Tuesday, October 22, 2013
The skies in the Negev are majestic. Somehow, they contain unimaginable powers. The sunrise that sets us off on our day of work at Aleh Negev also lowers into the colorful sunset that welcomes us home to Moshav Bitkha. The stars at midnight indulge my dreams. They sparkle through the exhausting aroma of my neighbor’s cowshed and create a dance floor for the moon to shine. The openness of the Negev permeates the land and the heavens in a call to fulfill the space in the partnership. It’s hard not to feel part of the program and soon I establish my addition to the the vibes of the South. My connection to the individuals at Aleh Negev deepen and my banot sherut become my family. I rely on them all for an education in patience and love, communication and determination. I experience an existence of total trust in others. Just like the skies rely on the heartbeat of the sun, I breathe from the help of others.
My first week of Aliyah allowed me to enter two societies. 1. Religious Israeli culture via the seminar for Sherut Leumi. And, 2. The Alliance of Olim while staying at Lisa’s apartment in Jerusalem. Both were plenty exhilarating and new, full of helpful advice and excitement for my newest life choice. They live an authentic experience of living the words that we have been passed down to follow, of taking pride in Israel and the challenges that exist here. They offer me the world of help because I am now one of them and the united front just sticks together.
The diversity of Israel highlights the fact that everyone either is an Oleh or comes from an Oleh somewhere in their family tree. My father’s words gallop in my mind teaching over my national memory of being kicked out the Bablonyians, scattered around the world and now returning- some of us a little more brown and some a little more blonde. And we return to a country that welcomes some persecuted populations and therefore our makeup is one of Immigrantville- but immigration home- not simply to a foreign land. As representative of my co-workers from Ethiopia and Russia, my friends' parents from France and Morocco. As an Olah Chadasha I am relatable to everyone who can appreciate being 2nd or 3rd or even 4th generation Israeli. As an Olah Chadasha, I am the empty blue sky that patiently struggles to understand Hebrew, the election system, the spoken inflection that drifts in the sunlight. As an Olah Chadasha, I can accept the assistance, because I am part of the body that delivers the help. I know that the day will come when I am in the complementary role, teaching another Olah the ropes, and therefore; the united flow of dependence actually becomes liberating.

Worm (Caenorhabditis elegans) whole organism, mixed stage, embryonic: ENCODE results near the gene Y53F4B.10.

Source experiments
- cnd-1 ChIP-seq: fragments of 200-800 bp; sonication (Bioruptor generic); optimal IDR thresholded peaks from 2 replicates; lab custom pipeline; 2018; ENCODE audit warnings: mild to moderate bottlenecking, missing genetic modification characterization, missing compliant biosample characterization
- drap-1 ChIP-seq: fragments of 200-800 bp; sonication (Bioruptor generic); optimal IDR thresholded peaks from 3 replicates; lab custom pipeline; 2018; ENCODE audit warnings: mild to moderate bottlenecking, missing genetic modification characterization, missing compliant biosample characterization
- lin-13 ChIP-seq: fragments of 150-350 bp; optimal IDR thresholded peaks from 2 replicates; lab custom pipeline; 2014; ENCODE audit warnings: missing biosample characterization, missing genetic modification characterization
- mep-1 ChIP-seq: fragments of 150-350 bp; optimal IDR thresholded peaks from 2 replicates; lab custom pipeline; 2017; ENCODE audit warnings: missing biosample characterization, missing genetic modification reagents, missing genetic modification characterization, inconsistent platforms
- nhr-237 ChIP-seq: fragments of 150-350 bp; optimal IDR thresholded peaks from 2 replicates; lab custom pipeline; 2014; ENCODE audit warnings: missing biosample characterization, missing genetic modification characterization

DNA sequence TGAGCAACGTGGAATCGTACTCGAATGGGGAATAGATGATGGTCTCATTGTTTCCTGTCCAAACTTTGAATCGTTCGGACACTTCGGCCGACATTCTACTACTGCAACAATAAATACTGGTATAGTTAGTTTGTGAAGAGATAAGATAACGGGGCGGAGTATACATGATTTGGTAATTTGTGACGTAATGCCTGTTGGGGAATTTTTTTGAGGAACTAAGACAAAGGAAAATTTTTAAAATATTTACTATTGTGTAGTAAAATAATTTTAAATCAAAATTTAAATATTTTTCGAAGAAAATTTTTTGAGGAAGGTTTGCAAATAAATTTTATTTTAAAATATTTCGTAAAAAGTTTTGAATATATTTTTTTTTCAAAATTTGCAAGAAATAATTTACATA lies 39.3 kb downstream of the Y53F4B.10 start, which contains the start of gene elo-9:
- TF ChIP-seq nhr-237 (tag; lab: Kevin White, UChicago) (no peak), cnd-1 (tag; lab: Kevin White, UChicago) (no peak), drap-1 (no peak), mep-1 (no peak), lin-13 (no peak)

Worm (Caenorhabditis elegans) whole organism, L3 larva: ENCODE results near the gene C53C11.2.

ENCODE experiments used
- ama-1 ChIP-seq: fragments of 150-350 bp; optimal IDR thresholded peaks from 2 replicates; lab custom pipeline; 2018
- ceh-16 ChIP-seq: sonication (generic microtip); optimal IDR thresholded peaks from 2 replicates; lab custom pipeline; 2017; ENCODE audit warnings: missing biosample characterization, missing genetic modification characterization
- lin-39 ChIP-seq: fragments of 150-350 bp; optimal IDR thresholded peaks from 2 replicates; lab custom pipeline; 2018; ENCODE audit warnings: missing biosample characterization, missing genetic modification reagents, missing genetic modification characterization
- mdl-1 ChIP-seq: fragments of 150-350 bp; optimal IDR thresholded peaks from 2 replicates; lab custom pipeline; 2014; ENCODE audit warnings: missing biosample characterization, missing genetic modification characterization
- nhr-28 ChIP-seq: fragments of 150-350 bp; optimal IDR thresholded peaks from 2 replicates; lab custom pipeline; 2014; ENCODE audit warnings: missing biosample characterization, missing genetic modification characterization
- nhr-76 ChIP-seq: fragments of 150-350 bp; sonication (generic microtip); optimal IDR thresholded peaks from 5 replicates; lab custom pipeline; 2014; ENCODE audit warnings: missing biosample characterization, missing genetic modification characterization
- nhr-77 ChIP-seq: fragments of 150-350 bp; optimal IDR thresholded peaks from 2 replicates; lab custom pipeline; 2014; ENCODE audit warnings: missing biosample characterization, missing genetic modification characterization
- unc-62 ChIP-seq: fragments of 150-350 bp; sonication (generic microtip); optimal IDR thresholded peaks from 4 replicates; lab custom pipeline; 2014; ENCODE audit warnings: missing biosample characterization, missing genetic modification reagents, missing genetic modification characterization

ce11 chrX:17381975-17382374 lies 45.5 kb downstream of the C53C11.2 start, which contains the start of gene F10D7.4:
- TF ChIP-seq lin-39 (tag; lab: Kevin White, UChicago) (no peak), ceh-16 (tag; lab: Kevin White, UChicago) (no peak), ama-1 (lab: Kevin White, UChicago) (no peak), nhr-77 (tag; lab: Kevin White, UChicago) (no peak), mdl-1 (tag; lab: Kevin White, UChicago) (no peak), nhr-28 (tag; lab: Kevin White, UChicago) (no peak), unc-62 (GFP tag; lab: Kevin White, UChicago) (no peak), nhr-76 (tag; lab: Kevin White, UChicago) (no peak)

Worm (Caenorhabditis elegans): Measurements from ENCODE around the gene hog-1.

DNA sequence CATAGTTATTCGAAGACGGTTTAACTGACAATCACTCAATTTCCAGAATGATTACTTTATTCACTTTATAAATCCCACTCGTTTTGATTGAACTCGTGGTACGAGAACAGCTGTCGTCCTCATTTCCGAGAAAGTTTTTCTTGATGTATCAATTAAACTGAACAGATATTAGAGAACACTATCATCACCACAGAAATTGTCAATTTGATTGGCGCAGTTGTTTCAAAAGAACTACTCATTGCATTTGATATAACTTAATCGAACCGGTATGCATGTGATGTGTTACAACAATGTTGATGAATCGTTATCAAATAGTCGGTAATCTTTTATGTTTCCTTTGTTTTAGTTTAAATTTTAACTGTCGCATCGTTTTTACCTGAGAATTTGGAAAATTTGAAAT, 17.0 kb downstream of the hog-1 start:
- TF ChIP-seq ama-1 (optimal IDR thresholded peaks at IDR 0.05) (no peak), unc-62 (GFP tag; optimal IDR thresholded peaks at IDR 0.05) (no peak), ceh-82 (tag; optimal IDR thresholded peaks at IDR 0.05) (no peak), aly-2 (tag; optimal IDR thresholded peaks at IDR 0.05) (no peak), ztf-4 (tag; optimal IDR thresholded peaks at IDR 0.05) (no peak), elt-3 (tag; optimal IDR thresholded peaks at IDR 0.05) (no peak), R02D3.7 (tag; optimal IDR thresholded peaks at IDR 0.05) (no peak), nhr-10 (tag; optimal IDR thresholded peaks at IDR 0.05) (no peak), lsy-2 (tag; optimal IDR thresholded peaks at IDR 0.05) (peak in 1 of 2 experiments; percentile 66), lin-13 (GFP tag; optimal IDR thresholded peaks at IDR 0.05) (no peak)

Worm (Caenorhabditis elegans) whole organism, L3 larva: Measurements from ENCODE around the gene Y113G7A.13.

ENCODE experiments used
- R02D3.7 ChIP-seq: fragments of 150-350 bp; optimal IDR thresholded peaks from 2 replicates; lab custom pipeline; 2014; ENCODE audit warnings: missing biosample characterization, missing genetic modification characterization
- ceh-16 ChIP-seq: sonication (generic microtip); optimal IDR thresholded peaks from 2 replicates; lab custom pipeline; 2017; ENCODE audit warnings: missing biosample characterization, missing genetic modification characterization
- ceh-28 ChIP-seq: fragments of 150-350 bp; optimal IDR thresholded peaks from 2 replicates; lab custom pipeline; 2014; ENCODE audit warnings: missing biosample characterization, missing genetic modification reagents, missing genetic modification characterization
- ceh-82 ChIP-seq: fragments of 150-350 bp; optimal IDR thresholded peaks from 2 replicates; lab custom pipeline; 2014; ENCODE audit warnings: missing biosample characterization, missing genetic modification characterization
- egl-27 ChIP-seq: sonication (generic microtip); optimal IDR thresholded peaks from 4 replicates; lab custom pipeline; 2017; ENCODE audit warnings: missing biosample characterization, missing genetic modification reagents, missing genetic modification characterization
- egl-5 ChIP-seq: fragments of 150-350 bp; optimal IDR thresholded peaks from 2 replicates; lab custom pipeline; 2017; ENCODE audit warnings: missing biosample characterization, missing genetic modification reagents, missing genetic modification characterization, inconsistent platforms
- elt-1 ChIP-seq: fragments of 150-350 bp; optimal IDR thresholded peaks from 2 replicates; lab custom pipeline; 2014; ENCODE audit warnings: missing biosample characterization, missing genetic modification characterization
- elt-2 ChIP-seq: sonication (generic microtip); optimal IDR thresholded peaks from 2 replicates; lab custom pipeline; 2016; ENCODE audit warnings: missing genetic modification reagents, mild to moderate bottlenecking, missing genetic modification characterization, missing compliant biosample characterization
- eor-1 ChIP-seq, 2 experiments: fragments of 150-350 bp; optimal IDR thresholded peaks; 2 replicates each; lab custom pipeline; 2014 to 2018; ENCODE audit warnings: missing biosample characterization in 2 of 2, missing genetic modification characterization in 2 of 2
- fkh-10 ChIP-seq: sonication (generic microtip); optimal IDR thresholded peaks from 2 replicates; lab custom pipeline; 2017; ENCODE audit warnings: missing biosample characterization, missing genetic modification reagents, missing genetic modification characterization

I am proud to be dependent. It’s more genuine than pretending that my new citizenship only revolves around myself, that my family and that my beliefs are not braided into this collage of change. I am the product of the years in a factory and walking around the new workshop requires more tools that what I currently hold on my belt. When the overwhelmed tears pour onto the shoulders of my friends, the language barriers disappear from the scene and the bonds of unity tighten their hold. When doubts of patience itch more than my mosquito bites, I call my pioneer, Shayna and embrace the timeline of absorption. When the exhaustion gets the best of me, one of the residents at Aleh Negev will remind me of the tremendous gifts I was born with. When the Hebrew trips up on my Californian tongue, I breathe in the mediative skies and somehow gather the ability to mumble out the word.
My Nefesh B’Nefesh bracelet dangling around my wrist starts to fade. My unbarable ascent sometimes captures the correct tones and once in a while, I catch myself understanding some words. Today I have been standing as an Israeli Citizen for 10 weeks and while I celebrate the beauty of the progress, I owe it all to those who have journeyed before me and held out the flashlight to show me the way.